Jesse Marchant, who records under his initials JBM, started writing music as a kid. What began with the composing of classical pieces for guitar in his youth morphed 5 years ago into the writing of songs and experimenting with recording and arrangements, and soon led Marchant to writing lyrics and singing. His debut album, Not Even In July, released on Partisan Records in 2010, was a quiet surprise; exquisitely crafted, timelessly warm and deeply human. It was recorded by Henry Hirsch in his 19th Century church studio in Hudson, NY, produced by Marchant, and was praised for it’s sparse, yet rich and complete sound and for the maturity and candor in Marchant’s performance and storytelling. Spreading by word of mouth and soon gaining the passionate support of NPR, Paste, Filter and more led to opening gigs and tours with artists such as A.A.Bondy, St. Vincent, Sondre Lerche and Nathaniel Rateliff.

While his debut was written partly of the despair of his time living in Los Angeles, followed by a long period of seclusion in the Adirondacks, his follow-up was the result of an even more intense withdrawal, written and recorded in a studio that Marchant set up in a rented house in upstate NY, where he played most of the instruments himself and handled all of the recording duties. Stray Ashes tested the limits of loneliness and self-discipline, and revealed itself to be a dark, dynamic and raw album. It flows with refined grace and intense force, with the elegance in restraint of Marchant’s haunting vocals and arrangements enveloping the listener in a sound that is at once eerie and comforting.

John Congleton mixed the album, beautifully complementing Marchant’s production.

JBM has since toured the US with Other Lives, Damien Jurado, as well as the mercury prize-wining Alt-j, and has received substantial praise for his mesmerizing live performances, alone or with his band.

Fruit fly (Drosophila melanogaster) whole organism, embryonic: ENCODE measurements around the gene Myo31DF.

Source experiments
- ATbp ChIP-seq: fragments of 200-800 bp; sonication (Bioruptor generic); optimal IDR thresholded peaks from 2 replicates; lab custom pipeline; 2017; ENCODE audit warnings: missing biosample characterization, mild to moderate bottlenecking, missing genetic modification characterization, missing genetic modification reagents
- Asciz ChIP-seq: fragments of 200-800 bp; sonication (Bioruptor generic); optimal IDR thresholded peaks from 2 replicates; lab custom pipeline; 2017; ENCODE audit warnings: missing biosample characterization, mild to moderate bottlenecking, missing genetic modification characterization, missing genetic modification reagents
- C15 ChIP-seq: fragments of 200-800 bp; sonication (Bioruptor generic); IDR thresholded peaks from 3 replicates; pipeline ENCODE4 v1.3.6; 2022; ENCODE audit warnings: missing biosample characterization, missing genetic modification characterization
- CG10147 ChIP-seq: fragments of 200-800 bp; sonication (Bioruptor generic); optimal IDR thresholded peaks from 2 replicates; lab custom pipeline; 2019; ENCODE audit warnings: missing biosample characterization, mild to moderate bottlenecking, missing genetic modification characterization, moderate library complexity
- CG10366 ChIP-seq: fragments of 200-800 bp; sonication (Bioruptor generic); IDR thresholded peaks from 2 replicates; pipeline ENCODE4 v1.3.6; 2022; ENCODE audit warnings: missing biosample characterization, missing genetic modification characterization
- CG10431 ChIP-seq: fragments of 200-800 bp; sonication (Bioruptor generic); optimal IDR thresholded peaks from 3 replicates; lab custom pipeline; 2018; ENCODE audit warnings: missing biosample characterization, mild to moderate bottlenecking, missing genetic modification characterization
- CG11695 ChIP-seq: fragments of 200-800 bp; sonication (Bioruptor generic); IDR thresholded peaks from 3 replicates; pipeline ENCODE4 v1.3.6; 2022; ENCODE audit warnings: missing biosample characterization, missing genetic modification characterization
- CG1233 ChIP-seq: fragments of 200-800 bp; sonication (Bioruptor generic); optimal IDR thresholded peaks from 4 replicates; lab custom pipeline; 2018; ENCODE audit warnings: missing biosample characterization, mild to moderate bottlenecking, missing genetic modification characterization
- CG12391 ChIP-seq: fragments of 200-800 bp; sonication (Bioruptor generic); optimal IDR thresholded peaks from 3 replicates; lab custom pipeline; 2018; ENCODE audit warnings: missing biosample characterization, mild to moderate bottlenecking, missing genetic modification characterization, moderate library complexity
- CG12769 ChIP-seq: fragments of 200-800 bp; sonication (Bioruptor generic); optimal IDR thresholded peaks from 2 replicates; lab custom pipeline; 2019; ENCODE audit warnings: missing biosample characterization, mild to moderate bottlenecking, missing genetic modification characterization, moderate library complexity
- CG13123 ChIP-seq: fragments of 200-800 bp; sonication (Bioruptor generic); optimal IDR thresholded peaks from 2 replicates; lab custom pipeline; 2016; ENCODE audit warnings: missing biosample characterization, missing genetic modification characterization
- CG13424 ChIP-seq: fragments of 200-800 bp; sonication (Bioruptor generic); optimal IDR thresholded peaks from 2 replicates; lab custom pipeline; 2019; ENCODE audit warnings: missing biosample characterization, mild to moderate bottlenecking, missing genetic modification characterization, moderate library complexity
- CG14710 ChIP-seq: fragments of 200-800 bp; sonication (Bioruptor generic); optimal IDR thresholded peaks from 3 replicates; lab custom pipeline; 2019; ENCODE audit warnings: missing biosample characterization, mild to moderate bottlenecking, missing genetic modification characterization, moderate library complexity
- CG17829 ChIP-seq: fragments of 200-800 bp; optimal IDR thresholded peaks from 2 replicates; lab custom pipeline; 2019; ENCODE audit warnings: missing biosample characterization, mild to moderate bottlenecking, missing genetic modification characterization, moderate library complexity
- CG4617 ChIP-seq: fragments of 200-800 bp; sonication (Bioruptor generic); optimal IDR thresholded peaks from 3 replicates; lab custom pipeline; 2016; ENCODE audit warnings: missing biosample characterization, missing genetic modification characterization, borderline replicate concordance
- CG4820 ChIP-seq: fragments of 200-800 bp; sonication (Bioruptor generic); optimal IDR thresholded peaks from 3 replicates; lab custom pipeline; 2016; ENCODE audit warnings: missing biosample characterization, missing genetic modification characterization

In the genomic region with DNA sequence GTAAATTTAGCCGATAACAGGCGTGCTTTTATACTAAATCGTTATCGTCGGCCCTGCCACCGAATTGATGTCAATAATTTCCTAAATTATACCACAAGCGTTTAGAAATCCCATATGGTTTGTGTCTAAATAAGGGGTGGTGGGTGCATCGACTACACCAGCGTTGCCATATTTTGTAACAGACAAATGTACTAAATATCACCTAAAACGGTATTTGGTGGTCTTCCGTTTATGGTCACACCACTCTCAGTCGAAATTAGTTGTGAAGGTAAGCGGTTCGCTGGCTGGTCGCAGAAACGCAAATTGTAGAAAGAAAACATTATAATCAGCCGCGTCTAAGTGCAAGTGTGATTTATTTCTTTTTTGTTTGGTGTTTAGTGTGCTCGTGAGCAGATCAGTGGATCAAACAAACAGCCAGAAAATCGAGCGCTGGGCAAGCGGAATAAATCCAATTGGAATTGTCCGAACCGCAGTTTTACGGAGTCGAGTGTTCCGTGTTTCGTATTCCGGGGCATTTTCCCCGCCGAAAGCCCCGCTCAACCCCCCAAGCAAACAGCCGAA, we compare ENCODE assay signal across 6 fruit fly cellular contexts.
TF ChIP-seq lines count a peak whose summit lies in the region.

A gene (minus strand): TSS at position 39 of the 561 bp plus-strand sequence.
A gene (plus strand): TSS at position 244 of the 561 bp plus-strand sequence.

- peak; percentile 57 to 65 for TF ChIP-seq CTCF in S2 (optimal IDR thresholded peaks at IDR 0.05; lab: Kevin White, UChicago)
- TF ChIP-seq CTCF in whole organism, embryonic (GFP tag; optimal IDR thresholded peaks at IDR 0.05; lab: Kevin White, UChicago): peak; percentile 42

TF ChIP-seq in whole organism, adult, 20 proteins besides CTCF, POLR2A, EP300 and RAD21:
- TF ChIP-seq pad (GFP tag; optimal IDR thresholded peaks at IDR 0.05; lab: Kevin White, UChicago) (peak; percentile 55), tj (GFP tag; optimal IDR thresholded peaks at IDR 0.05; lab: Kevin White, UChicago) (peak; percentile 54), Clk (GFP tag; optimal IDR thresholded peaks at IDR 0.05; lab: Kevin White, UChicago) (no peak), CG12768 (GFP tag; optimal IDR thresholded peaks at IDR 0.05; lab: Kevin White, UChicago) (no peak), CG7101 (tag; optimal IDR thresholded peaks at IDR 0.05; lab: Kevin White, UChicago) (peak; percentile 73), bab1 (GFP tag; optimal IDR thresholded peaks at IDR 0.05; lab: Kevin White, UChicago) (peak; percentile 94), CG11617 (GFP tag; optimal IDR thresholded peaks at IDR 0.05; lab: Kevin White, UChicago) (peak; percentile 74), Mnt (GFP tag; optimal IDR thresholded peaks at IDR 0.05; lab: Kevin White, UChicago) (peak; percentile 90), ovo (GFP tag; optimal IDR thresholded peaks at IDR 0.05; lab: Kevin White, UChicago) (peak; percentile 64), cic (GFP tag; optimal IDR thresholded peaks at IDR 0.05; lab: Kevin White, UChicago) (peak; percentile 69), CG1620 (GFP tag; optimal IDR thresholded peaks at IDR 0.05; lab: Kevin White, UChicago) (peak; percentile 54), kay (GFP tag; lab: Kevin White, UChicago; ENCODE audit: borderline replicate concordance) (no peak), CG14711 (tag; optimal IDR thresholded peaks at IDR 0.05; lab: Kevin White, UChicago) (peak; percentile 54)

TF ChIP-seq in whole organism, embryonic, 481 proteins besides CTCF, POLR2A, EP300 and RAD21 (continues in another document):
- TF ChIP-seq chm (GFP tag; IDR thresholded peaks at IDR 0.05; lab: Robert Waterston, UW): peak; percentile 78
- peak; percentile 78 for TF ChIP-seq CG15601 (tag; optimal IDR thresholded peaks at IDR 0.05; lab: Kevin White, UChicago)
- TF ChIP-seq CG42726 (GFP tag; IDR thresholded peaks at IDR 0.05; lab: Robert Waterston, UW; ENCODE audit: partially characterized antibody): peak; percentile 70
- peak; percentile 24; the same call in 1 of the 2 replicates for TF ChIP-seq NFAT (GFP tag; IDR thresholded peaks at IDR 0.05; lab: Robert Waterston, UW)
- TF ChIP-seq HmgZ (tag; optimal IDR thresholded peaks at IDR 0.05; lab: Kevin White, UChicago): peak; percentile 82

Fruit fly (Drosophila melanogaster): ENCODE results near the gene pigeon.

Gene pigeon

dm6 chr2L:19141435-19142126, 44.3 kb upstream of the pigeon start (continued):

Marchant is most noted for his atmospheric sound and highly accomplished guitar playing skills and multi-instrumentalism.

He was born in Montreal, Canada and resides in New York City.

Anders Parker

Anders Parker of Varnaline, Gob Iron and also of the collective band New Multitudes, currently #1 on Billboard's Heatseekers. Anders will be performing an array of his music from over the years.

ROLLING STONE REVIEW: Anders Parker, the singer-songwriter formerly known as Varnaline, has crafted a resolute set of songs that moves fluidly from rugged country-indie to scorched-earth rockers to frosted cabin-in-the-woods-style ballads. Tell It to the Dust is bursting with cameos, including Kendall Meade (Mascott) and Jay Farrar (Son Volt), both of whom especially lend credence to Parker's already elemental songs. "Keep Me Hanging On" is one of those songs that's so perfect, it seems more born than written; Parker's dry, slightly bruised vocals stirs up Meade's supple, simple alto until they match the same emotional pitch. "Doornail (Hats Off to Buster Keaton)" is a maelstrom of a song that leaves blisters in its wake. Tell It to the Dust is Parker's obvious bid for recognition -- and proof that he should get it. (MARGARET WAPPLER)